MySQL Benchmarks – MySQL 5.0.92 vs 5.1.55 vs 5.5.10 vs Percona 5.1.55 vs Percona 5.5.8 vs MariaDB 5.2.5
Sysbench InnoDB Read/Write
- I’m no DBA or Linux guru, so bear this in mind when reading the MySQL server benchmark results below, that settings and test configurations I chose to run are just based on my own experiences with vBulletin and wordpress usage patterns. Results reflect only the specific versions tested and may not translate to other versions within the same branch i.e. MySQL 5.1.55 vs 5.1.56 or MySQL 5.5.9 vs 5.5.10 or MariaDB 5.2.4 vs MariaDB 5.2.5.
- Each MySQL server version particularly MariaDB, Percona and MySQL 5.5.x series have their own specific configuration options used to tune performance so there aren’t any directly comparable my.cnf options available in the benchmark tests.
- For vBulletin usage, the benchmark results illustrated here may not directly translate the same for vBulletin usage due to the way Sysbench does the tests.
- For vBulletin usage, please bear in mind not all vBulletin tables can be converted to InnoDB with vBulletin 3.8.x series as explained here. For vBulletin 4.x usage, this has changed somewhat as you can read here and here.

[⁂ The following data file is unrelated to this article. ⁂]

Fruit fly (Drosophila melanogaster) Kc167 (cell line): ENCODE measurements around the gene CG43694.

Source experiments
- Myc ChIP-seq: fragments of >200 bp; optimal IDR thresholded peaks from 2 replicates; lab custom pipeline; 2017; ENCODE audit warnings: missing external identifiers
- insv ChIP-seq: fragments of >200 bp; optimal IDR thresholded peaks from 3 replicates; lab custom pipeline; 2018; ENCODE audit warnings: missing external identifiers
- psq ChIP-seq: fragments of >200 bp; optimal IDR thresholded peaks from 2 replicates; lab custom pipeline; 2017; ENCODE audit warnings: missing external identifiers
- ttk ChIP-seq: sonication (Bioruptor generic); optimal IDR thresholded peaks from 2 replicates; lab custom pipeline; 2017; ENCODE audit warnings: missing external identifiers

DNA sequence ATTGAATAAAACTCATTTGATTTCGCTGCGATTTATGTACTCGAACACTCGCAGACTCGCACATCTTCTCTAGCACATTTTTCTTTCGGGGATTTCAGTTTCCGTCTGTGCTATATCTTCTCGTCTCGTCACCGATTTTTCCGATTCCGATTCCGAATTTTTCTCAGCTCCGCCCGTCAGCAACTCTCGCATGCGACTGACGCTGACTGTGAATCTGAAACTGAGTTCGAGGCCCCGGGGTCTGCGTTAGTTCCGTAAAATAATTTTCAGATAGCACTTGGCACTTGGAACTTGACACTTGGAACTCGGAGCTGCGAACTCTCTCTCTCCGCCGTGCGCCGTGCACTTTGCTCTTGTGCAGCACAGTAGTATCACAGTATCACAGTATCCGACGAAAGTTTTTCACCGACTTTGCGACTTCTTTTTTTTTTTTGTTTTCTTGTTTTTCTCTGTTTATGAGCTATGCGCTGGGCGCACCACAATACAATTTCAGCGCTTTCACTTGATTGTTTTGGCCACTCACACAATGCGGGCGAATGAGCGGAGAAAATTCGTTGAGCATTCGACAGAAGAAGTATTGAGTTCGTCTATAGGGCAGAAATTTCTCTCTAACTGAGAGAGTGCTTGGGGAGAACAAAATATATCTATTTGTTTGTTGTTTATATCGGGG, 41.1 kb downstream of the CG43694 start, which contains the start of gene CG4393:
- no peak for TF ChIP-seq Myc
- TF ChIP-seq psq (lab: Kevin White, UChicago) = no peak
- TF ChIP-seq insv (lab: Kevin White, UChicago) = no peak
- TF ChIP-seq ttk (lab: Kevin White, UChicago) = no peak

- For vBulletin users, blindly switching over from MyISAM default tables to InnoDB tables isn’t advised. InnoDB like MyISAM needs understanding on which variables to tune for best performance. InnoDB also has higher hardware resource (disk and memory) resource requirements than MyISAM for optimal performance. InnoDB disk space usage can be up to 2x to 5x times higher than MyISAM disk space usage. That means a 2GB MyISAM table once converted to InnoDB could occupy between 4GB and 10GB of disk space in InnoDB format.
- InnoDB also have different database backup, repair and recovery methods from what users are familiar with for MyISAM tables. So make sure to be familiar with all the InnoDB specific tuning and administration end information before your decide to switch. It’s not uncommon for some vBulletin forums to get worse performance when switching from MyISAM to InnoDB tables without properly tuned InnoDB settings and hardware specific requirements in place. Essentially, having enough physically installed memory allocated to InnoDB buffer pool to fit entire size of all InnoDB tables – index + data with room to spare too.
- Oracle MySQL has a MySQL 5.5 pdf file which outlines further notes for migration from MyISAM to InnoDB tables – including some already mentioned above as well as their own Sysbench benchmark results and specific application usage scenarios where MyISAM tables is more suited to specific tasks than InnoDB tables. One such case, is that InnoDB tables shouldn’t be used on NFS shares due to possibility of conflicting writes and limitations of maximum file sizes. So the pdf file is worth a read here.
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